• Charles Nydorf

    An important and very neglected aspect of nurture is adult education.
    In the community that I grew up in the grandparents who very rarely had a high school education raised their children in poverty. Nevertheless, many were able to create cultured home environments because they were able to benefit from extensive opportunities for adult education. These enlightened home environments helped the next generation do well in school.
    Solid adult education programs would probably do wonders to raise educational performance in today’s poor and low performing communities.

  • Karl Zimmerman

    30 -

    Arguing from a naturist standpoint, it could be just the U.S. wasn’t as meritocratic in the time of your grandparents, so the working class was more leavened with people of high IQ?

    Both of my grandfathers were of above-average intelligence, but neither one went to college. One dropped out of school in 9th grade because he was so poor that the kids made fun of the holes in his clothes. The other finished high school, got a full scholarship to college – but was told by his parents he had to go into the plumbing businesses with his father, in order to help fund his sister’s budding art career (admittedly, choosing the daughter over the son for success was a rare thing in those days). Both of them still read voraciously despite being working class and having no smart friends – my maternal grandfather had a passion for Alexander the Great, and picked up biographies of him whenever possible, and also had an early copy of Churchill’s A History of the English Speaking People.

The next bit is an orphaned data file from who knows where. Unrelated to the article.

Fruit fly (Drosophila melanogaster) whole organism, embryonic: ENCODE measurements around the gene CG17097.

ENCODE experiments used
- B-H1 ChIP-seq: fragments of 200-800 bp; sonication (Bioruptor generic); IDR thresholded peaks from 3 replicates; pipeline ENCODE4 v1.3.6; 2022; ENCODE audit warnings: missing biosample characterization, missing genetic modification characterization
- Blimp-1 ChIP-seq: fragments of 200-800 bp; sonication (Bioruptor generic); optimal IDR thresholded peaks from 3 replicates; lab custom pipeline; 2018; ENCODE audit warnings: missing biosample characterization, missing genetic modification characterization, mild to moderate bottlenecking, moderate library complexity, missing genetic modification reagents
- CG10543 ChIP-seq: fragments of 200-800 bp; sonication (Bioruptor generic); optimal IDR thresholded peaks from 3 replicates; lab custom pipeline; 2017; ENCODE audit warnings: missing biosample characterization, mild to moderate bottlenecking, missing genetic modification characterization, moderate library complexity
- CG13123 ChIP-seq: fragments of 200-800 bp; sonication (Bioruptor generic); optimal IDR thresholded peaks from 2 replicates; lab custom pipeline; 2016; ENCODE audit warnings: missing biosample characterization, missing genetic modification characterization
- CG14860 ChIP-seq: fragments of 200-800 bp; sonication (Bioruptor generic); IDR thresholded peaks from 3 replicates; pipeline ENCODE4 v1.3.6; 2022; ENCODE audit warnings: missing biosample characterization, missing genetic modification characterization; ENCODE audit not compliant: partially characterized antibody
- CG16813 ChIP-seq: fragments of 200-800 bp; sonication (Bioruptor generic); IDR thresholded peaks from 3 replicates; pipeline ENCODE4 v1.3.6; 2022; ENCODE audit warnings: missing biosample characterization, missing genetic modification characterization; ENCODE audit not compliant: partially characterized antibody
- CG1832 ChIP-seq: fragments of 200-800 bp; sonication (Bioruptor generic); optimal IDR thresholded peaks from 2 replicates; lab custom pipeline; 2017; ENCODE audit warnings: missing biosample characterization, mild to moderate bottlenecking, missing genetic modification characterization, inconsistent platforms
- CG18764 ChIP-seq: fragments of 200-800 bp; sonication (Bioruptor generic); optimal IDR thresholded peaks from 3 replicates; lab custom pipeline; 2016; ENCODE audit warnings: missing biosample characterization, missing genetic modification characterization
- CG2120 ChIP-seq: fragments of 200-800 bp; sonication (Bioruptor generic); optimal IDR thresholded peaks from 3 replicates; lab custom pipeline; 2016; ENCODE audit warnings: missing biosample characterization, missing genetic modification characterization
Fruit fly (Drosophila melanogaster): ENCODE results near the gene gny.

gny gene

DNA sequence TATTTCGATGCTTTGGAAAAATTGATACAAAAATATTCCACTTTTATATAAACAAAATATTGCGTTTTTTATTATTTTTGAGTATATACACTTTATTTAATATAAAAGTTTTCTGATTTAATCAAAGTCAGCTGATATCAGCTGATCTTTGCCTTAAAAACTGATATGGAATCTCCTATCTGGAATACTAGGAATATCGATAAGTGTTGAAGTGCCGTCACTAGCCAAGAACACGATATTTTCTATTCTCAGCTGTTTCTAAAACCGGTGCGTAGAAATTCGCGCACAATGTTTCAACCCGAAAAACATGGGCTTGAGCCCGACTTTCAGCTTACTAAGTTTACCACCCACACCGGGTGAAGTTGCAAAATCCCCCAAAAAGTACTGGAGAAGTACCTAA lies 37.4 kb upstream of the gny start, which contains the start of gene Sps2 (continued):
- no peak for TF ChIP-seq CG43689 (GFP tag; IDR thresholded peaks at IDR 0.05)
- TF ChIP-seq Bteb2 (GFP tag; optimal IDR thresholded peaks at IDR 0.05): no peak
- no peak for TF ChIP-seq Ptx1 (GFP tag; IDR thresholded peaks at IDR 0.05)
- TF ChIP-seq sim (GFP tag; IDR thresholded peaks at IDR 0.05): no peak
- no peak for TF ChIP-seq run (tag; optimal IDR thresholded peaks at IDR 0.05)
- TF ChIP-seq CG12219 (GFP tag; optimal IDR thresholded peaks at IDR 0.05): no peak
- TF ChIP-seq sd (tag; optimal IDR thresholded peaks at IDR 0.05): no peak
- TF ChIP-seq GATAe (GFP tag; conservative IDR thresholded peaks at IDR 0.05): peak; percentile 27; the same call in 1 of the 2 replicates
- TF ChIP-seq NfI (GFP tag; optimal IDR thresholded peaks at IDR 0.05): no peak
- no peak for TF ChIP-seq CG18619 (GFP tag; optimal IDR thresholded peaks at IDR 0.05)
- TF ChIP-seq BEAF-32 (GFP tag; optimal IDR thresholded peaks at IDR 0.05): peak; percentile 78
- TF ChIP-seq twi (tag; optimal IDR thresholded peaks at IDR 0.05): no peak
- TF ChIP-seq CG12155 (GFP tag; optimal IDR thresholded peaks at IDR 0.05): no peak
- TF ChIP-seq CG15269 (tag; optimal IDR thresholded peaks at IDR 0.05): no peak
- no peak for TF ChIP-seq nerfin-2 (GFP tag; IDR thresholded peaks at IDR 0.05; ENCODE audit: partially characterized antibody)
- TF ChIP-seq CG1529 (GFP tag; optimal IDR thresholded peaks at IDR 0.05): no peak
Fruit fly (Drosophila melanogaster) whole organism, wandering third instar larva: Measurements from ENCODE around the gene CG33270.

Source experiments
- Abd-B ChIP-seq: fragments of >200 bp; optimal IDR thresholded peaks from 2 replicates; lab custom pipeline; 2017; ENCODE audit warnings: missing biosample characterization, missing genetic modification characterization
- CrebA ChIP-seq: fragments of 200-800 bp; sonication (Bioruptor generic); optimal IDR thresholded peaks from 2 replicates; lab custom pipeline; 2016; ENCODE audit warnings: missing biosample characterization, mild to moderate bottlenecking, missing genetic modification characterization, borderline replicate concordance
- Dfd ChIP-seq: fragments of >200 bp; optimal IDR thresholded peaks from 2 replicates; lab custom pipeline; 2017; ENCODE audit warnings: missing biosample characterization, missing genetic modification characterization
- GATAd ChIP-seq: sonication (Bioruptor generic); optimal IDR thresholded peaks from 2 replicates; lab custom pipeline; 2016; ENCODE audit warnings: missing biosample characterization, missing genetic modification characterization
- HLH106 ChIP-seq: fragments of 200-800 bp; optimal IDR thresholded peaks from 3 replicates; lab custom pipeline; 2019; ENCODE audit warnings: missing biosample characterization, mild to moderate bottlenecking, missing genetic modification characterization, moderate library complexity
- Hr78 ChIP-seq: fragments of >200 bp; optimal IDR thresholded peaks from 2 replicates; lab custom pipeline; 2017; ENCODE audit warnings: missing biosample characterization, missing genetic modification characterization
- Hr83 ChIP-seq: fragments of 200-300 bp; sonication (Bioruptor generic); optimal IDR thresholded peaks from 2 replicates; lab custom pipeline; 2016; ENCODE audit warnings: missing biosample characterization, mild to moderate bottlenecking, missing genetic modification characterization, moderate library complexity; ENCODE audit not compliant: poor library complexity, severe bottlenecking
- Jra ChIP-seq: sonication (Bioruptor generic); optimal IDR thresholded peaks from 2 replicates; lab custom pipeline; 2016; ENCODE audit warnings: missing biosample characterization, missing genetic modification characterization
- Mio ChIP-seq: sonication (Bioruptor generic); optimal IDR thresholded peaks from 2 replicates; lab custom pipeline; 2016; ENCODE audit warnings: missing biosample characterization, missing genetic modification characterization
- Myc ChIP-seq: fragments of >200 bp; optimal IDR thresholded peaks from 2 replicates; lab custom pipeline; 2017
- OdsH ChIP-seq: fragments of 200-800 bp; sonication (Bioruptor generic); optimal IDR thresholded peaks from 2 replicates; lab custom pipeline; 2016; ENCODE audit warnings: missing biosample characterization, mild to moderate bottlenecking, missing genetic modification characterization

I have no doubt both would have been broadly successful if they grew up in upper-middle class families, although my maternal grandfather was also someone with a pretty low level of conscientiousness. Fortunately he married a woman of average intelligence but high conscientiousness (my grandmother) and my mother ended up both bright and an overachiever – the combination you probably need to work your way from dirt poor to upper-middle class.

  • ackbark

    #22 –Razib said, ‘Yet so many times I’ve been in a conversation where the phrase “I lean toward nurture” has come up. These are not dogmatic “blank slate” individuals. Rather, they are simply falling back upon the null or default of our age.’

    And I suggest that is because it gives parents something to do, it gives them a sense they can move forward, improving on nature, that is, they want to feel their baby is not stuck with merely himself and there is something beyond the nine months they’ve already invested in which they can still add in fine tuning and improvement and therefore ‘there’s still hope’.

  • Karl Zimmerman

    32 -